Food and medicine scarcity has already taken the lives of many Margariteños (people from Margarita), and it seems to be never-ending. Likewise, crime, which has increased as economic problems increased, is now a problem for all on the island. Margarita Island is not only suffering from robberies but also from cases of kidnapping and murder.

It’s Still a Beautiful Island

Despite all these difficulties, I still love going to Margarita. Here are some reason why:

Imagine a place where you can rest on a hammock listening to nature’s sounds, a place where you can eat the sweetest mangoes directly from the tree, a place where you can eat fresh fish and sea fruits. On Margarita Island, you can go to any beach and enjoy clean water, beaches and the sound of the Caribbean Sea.

Besides this, you can enjoy being with the happiest people and going to parties. The Margariteños relax as nobody else does. On Margarita, there are many places, such as bars, clubs, and discotheques, to have some drinks and dance. But if you prefer quiet walks, you can visit the museums, castles, fortresses, and churches; and they will tell you the history of Margarita Island and Venezuela. Having different kinds of fun in the same place is something we, Venezuelans, have not yet learned to appreciate.

Virgen Del Valle

People on Margarita Island trust in their miraculous Virgen del Valle for everything. And they celebrate her every September 8th like the good devouts they are. On every street, they creatively garnish the image of the Virgin Mary, take her in procession, and people wait for her in front of their houses to clap as she passes by. Traditionally, Margarita girls dance in front of the Virgin to honor her. Besides, regional musicians play and sing traditional Margarita music. A festival that even the ones who do not believe in her, or in God, have to see and enjoy.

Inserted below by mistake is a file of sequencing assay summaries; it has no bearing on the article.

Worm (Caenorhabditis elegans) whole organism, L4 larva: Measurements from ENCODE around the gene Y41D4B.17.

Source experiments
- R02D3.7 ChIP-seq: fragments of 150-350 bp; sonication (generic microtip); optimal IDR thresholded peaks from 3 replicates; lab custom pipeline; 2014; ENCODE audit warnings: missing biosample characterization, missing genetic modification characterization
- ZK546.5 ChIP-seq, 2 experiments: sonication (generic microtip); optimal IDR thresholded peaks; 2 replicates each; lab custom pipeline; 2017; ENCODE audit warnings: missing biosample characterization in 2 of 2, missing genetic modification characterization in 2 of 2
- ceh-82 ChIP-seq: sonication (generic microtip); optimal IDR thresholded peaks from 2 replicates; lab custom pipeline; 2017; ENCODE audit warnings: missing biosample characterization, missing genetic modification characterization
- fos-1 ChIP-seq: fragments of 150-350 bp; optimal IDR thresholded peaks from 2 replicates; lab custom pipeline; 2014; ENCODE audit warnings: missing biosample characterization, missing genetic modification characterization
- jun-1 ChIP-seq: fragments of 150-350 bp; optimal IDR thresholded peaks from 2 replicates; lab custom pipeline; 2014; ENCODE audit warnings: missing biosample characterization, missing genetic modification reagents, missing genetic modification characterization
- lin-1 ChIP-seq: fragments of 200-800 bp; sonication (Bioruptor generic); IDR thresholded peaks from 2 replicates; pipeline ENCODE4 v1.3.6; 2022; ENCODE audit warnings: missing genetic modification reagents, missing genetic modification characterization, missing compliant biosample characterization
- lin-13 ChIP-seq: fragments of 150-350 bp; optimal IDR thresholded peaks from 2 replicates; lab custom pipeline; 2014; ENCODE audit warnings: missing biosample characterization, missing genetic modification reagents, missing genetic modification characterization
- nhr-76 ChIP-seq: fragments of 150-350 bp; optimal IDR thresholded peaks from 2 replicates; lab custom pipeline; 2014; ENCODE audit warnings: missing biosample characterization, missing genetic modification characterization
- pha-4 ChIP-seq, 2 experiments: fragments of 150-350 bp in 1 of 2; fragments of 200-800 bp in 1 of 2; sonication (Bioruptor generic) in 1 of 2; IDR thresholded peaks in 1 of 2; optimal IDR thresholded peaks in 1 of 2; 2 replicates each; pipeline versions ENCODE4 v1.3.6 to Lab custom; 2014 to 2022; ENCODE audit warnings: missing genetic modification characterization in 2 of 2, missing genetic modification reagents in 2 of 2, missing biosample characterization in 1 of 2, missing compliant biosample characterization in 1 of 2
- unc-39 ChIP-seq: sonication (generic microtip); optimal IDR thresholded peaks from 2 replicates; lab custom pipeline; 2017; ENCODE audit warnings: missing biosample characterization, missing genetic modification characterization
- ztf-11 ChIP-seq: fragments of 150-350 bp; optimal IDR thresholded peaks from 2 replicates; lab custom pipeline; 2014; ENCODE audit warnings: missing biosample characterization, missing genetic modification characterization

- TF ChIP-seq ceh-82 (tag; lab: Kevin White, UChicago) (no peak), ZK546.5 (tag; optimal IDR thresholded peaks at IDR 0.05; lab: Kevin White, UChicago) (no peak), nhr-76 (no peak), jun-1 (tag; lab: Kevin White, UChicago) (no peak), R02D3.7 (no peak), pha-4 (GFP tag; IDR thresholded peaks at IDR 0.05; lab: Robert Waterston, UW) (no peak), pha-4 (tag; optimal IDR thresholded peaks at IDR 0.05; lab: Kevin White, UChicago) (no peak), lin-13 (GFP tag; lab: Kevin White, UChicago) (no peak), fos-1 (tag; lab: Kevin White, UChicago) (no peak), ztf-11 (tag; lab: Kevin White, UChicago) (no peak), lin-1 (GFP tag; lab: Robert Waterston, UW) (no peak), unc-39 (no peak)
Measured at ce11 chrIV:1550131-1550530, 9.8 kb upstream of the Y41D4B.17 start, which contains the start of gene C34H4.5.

In El Valle del Espíritu Santo, where the Virgen del Valle has her own church, hundreds of people visit her every single year during the days from September 1st to 8th. On September 8th, the day of Virgen del Valle, several masses take place, with the first one starting as early as 5 am, which is attended by locals and tourists. At 10 am, the bishop celebrates the central mass, and at the end of it, they sing happy birthday to the Virgin with a birthday cake! In El Valle del Espíritu Santo, you can also enjoy delicious traditional food, sweets, and drinks. A piece of culture that we enjoy as much as that piece of cake.

I would like to have the island that I used to know back. The one that was full of tourists, smiles and open places. The one we see today is struggling to continue to be the pearl of the Caribbean, struggling to keep being beautiful and diverse. The economic situation we are experiencing right now is affecting every part of the country, the farther you are from the capital, the fewer products, and services you have. I don’t think the situation is going to get better this year, or even the next one. I would like to, but I don’t believe it. Meanwhile, I can go to my calm, beautiful island, hang a hammock and forget about Carachaos “for a while”.

About Isabel Matos

Isabel is a Venezuelan translator that struggles to find a voice and to prosper in today’s political turmoil and tension. She is also an undergraduate English teacher and is currently pursuing a Master’s in English as a Foreign Language. Translator, teacher and always student, she is interested in how language shapes reality and how women and men negotiate power through discourse.